ANCIENT WORSHIP AND CULTS
Ancient worship and cults have formed part of the fabric of society since time immemorial. Usually characterised by obsessive behaviour and often involving sacrifice, they were the raison d`etre among many peoples of the old order.
The ancients drew spiritual stamina from resolute objects such as a mountain or courage and virility from a bull. Mesopotamian society elevated trees to regal status when the central trunk symbolised the fertile womb. By the third century BC, 'tree worship' had reached Rome in the Cult of Cybele, the Great Mother Goddess.
In ancient Egypt, the Cult of the Dead venerated Osiris, Lord of the Underworld. Other Pharoanic cults worshipped the female deity Isis while allied cults in classical Greece paid homage to Artemis and Lato. Then there was the cult of the Minotaur, the rampant Bull-God celebrated in ancient Crete.
The Druids are the best known of the Gallic peoples who were all exceedingly influenced by religious superstition. In common with other ancient civilisations such as the Nabataeans and the Aztecs they performed human sacrifices on massive altars at Stonehenge.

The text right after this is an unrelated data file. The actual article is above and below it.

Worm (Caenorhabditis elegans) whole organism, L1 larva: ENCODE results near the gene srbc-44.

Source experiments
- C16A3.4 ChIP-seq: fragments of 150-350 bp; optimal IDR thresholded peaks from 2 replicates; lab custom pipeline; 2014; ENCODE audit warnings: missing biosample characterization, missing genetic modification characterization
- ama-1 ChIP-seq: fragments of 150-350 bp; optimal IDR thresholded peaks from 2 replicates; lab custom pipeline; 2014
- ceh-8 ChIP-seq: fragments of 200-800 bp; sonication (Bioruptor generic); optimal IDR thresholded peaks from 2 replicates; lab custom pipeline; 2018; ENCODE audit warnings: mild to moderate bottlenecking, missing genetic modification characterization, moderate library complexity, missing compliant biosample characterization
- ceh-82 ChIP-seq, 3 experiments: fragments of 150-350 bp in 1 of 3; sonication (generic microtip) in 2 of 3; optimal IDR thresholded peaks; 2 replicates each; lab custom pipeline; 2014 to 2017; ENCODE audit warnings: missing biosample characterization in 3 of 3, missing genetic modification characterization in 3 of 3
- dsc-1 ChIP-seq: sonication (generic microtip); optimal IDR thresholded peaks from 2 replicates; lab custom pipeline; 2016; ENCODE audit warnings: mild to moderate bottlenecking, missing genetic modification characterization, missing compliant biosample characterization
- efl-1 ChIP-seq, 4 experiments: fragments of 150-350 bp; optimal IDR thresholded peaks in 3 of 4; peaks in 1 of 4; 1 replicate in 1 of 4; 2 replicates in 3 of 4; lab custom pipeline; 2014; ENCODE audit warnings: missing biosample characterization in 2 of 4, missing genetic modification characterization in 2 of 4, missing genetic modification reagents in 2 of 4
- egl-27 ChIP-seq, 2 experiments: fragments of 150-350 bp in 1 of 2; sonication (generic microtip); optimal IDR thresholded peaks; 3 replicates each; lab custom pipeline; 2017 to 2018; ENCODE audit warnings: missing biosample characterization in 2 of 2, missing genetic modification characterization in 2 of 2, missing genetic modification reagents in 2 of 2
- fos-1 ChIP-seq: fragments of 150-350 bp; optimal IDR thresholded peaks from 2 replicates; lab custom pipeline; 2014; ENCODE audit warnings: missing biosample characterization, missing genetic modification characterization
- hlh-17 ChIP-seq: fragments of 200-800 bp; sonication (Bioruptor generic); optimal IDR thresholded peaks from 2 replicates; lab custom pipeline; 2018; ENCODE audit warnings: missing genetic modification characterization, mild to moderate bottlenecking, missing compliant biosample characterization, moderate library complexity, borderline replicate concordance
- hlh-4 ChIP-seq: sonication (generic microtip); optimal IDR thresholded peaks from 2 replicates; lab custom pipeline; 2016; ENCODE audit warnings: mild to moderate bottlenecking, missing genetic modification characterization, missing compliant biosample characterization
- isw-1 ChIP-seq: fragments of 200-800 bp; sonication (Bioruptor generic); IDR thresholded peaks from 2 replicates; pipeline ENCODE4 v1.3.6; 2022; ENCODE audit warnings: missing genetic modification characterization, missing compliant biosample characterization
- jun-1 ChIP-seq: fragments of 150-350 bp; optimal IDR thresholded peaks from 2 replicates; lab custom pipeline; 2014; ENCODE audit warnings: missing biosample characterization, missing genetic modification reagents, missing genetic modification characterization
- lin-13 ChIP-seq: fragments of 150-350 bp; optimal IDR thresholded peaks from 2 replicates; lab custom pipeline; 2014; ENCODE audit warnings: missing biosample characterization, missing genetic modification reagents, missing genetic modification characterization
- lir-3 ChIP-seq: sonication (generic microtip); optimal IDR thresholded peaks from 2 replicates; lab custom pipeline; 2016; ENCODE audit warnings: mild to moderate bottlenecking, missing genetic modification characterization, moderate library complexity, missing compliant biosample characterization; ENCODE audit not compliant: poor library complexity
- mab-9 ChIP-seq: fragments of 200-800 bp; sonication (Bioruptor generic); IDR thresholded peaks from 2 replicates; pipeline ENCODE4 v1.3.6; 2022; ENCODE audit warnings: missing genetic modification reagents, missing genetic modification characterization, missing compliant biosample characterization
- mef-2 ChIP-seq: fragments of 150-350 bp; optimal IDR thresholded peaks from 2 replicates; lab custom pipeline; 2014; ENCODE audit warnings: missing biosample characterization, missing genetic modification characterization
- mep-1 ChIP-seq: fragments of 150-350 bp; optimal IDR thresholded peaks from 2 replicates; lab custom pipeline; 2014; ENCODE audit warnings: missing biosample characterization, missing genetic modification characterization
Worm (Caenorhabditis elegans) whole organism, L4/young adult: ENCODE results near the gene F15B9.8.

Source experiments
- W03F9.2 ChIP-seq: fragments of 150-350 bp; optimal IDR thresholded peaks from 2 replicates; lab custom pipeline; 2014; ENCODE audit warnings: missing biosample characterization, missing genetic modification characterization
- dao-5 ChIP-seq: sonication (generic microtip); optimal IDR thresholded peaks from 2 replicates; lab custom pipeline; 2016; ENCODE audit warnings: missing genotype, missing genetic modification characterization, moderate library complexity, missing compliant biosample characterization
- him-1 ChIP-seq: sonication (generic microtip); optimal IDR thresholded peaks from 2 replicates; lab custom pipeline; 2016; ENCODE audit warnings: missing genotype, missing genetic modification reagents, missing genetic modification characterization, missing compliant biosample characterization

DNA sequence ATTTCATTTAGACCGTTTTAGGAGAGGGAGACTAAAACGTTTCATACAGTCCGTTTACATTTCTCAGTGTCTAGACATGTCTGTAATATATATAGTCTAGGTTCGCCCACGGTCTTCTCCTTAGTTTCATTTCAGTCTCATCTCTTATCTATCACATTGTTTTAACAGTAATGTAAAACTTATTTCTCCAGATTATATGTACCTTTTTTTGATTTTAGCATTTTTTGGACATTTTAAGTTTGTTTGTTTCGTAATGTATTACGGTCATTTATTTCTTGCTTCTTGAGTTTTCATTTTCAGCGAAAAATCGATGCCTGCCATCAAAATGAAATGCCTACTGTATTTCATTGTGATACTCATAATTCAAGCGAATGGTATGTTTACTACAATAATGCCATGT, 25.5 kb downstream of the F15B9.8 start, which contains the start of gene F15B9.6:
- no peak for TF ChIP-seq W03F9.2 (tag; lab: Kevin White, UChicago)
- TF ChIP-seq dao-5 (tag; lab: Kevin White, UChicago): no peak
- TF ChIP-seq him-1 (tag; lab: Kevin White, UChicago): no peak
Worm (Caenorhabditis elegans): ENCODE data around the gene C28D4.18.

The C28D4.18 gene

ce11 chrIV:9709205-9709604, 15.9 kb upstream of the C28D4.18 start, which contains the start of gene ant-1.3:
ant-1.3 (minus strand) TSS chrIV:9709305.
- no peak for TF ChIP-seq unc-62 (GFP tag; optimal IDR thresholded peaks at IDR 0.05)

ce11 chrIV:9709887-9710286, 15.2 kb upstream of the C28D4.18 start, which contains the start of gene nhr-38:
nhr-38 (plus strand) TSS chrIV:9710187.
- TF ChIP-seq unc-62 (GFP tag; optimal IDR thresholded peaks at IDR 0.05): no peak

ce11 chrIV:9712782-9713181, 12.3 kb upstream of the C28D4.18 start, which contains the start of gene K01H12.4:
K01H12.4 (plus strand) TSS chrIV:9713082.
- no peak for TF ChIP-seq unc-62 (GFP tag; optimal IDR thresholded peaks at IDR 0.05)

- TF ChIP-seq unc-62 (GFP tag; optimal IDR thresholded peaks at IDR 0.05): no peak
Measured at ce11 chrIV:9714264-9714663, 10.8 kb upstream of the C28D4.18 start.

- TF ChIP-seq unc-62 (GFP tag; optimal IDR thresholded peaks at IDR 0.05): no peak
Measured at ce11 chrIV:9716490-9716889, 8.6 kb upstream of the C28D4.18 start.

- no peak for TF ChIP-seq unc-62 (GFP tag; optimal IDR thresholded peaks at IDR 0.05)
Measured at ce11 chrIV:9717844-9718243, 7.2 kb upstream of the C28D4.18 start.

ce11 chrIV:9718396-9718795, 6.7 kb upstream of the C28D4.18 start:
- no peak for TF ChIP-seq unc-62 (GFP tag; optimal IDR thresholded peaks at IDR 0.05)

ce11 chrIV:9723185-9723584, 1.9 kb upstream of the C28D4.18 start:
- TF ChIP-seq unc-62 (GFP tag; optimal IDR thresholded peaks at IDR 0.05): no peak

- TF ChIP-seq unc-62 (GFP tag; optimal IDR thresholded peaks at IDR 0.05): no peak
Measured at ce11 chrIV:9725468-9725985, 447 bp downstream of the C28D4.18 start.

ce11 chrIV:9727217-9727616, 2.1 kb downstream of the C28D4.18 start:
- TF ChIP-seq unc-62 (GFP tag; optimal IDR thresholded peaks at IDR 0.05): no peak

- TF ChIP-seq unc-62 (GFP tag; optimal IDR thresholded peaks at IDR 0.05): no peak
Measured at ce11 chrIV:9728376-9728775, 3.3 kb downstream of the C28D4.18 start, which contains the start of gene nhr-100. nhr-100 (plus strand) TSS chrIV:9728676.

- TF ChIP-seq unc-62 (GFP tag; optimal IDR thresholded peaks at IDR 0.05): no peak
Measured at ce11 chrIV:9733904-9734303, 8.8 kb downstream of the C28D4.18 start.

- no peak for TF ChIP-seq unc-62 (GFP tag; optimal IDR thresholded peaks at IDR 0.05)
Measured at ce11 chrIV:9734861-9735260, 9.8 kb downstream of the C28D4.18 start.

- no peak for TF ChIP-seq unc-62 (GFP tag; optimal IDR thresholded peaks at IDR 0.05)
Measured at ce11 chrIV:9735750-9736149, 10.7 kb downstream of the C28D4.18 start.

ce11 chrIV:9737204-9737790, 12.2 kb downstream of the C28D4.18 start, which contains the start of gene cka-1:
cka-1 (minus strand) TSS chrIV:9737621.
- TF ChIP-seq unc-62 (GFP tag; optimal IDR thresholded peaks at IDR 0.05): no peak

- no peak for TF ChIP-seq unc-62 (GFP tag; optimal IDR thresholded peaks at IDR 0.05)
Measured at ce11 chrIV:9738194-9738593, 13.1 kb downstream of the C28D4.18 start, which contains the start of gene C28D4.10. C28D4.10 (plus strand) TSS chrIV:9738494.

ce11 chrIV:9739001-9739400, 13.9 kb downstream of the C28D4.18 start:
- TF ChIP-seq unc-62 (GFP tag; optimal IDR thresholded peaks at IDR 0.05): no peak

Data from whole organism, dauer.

Voodoo, an amalgamation of ethnic superstition, ancestor worship and Roman Catholic dogma remains widespread in Africa and brought to the New World via slaves is now an integral part of society in Cuba, Haiti and Bahia in Brazil. The blessing of a gri-gri charm or the slaughter of a cock are part of voodoo magic and the occult.
Belief that Witchcraft was evil lead to purges in medieval Christian Europe and the New World notably in Massachusetts but its rituals, though secretive, focus largely on Nature and the Mother Goddess. Emphasis is placed on the development of self growth and personal power with magical practices often conducted 'sky clad' or nude. Both Wicca and Goddess worship are enjoying a revival in interest.